The North Sea has a large boating heritage, from the historic voyages of the Vikings to the popularity of fishing today.
Although sailing in these waters can be challenging, the diversity of geological features and countries to discover make it more than worth the effort.
Geologically, the North Sea is an extremely rewarding sailing destination with a huge variety of landscapes. To the north, the results of the Ice Ages are clear in the dramatic landscape: fjords cutting deep into the earth, towering cliffs, and skerries dotting the water are all common around the Norwegian coastline. Across the water, the Scottish and Northern English coastlines were also formed by glaciers, yet the firths that make up these landscapes are shallower and more gentle, with islands and sandbars. On the shallow coasts from Denmark south, the landscape is dictated by years of tidal forces and sediment. Here, you will find barrier beaches with large dunes and long mudflats, creating excellent breeding grounds for many types of birds and animals.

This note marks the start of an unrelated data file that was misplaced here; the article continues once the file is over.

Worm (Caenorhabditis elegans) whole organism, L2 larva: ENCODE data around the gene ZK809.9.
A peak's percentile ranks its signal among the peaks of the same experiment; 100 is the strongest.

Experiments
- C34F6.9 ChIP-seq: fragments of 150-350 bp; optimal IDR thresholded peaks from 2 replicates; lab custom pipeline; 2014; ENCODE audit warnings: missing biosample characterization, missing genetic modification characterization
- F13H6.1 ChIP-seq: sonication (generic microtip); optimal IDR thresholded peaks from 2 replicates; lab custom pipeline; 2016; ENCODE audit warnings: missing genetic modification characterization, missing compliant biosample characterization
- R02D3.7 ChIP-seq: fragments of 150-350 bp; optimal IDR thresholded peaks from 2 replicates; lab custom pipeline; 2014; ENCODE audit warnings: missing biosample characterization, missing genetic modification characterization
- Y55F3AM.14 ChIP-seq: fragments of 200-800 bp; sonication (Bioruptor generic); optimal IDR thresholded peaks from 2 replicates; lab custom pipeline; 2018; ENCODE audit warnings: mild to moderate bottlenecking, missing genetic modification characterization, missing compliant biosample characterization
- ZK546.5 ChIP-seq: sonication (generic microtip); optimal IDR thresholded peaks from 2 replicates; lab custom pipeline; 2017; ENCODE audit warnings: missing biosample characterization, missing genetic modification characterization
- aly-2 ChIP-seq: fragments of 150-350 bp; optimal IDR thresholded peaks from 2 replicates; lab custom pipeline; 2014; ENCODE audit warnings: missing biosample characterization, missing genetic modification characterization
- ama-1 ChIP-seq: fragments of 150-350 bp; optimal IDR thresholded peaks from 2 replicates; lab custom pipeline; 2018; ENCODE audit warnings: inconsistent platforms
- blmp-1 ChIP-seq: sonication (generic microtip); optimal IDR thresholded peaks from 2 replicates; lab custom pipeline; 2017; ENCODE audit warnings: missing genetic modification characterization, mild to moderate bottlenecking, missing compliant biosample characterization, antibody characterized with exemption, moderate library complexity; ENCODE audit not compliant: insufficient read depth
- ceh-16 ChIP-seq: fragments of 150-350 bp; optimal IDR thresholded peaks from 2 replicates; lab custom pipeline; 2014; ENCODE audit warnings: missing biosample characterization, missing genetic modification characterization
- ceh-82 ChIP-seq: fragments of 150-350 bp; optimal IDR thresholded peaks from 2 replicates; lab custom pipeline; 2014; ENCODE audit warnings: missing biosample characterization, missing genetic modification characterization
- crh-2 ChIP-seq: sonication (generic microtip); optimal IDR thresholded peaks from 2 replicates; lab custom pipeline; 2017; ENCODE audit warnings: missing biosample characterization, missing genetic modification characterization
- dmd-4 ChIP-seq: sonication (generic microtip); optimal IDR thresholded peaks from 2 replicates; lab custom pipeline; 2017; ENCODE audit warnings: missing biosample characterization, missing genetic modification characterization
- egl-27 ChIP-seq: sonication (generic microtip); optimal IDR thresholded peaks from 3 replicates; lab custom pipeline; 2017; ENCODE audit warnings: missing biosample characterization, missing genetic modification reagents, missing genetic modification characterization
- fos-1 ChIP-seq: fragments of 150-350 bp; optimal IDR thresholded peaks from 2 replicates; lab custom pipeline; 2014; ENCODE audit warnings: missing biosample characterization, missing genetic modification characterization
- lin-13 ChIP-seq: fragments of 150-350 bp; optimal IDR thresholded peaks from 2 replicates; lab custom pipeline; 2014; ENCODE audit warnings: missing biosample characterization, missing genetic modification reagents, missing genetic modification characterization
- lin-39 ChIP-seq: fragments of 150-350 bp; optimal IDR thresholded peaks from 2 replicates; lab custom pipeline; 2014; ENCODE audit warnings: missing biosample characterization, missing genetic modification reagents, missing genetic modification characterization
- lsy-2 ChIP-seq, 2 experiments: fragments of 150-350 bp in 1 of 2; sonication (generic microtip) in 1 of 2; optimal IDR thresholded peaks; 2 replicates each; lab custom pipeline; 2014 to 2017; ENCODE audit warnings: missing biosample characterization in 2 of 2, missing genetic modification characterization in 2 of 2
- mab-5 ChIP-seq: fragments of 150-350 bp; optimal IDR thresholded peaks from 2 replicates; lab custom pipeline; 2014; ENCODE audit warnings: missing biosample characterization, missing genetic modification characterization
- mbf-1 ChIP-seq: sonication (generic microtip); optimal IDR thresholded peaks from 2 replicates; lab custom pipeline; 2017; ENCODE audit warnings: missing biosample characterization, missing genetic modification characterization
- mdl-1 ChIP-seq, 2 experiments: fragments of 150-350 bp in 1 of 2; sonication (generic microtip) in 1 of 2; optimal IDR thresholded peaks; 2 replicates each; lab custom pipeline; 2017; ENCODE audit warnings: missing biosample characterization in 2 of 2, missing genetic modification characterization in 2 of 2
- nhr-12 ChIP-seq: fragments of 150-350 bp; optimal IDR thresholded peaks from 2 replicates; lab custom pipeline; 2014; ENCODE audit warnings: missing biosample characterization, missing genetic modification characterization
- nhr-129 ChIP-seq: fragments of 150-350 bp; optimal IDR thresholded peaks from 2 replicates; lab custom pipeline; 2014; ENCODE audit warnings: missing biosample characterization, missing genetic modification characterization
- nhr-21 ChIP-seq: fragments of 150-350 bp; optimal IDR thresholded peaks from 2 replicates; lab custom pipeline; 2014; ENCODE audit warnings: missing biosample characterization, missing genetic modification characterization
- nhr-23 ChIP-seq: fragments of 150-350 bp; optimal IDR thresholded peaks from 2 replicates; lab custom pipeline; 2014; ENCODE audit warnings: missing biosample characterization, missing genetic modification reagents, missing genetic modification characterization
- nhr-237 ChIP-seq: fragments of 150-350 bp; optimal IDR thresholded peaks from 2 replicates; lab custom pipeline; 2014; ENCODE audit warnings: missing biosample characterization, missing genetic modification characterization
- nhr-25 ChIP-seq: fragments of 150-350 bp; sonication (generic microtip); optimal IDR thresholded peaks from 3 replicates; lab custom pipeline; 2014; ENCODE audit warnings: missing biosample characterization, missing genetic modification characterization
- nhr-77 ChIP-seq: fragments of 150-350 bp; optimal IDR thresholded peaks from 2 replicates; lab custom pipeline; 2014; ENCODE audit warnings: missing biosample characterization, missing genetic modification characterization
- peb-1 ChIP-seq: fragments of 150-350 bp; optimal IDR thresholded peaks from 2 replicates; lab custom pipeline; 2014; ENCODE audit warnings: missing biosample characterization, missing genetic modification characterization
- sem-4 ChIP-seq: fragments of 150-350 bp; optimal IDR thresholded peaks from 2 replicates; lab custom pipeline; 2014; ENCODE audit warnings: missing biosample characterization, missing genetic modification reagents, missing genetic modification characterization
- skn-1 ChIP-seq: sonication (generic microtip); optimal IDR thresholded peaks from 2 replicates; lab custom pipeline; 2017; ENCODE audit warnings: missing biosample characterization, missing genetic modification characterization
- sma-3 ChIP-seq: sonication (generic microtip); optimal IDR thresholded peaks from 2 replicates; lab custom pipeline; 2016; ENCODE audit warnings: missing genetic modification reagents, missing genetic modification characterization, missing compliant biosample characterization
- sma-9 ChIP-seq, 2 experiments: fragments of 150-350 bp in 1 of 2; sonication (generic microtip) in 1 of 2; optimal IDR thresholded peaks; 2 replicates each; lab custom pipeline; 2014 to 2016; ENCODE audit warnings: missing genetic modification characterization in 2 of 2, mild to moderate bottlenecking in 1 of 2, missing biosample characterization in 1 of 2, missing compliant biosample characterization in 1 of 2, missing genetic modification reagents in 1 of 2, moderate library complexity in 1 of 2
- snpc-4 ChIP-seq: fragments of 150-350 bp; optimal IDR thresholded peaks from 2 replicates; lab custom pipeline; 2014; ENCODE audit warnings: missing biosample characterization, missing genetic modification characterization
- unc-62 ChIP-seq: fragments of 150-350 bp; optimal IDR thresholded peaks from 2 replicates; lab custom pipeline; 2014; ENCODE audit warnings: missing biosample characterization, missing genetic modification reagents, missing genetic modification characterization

The North Sea can be challenging for inexperienced sailors. The Dogger Bank, a moraine which used to connect Great Britain to mainland Europe, creates a shelf where the North Sea is as little as 15 metres deep. Meanwhile, off the coast of Dundee, the Devil’s Hole is made up of trenches that plunge up to 230 metres. The Norwegian trench, which runs from Oslo to Bergen, is up to 725 metres deep. Sailors should be aware of any possible navigation difficulties and preferably be equipped with satellite navigation systems when traversing these waters.
Start a trip from the sailing capital of Sweden, and sail to rocky islands and pretty harbors in the Gothenburg archipelago.
Sail along the Gothenburg Archipelago: Route Suggestion Sweden
Temperatures vary around the North Sea, but in general are likely to be cool to cold. The water temperature ranges from 2º in the area east of Denmark in January to over 15º near the Straight of Dover in July. The air ranges from around 0º in January to up to 18º in July.
Tidal ranges can be large, and storm surges are particularly common in the southern coasts, including parts of England and the Netherlands.
The warm North Atlantic Current enters the North Sea through the Norwegian Sea while the cold Baltic Sea currents enter through the Skaggerak in the east, creating a counter-clockwise current in the water.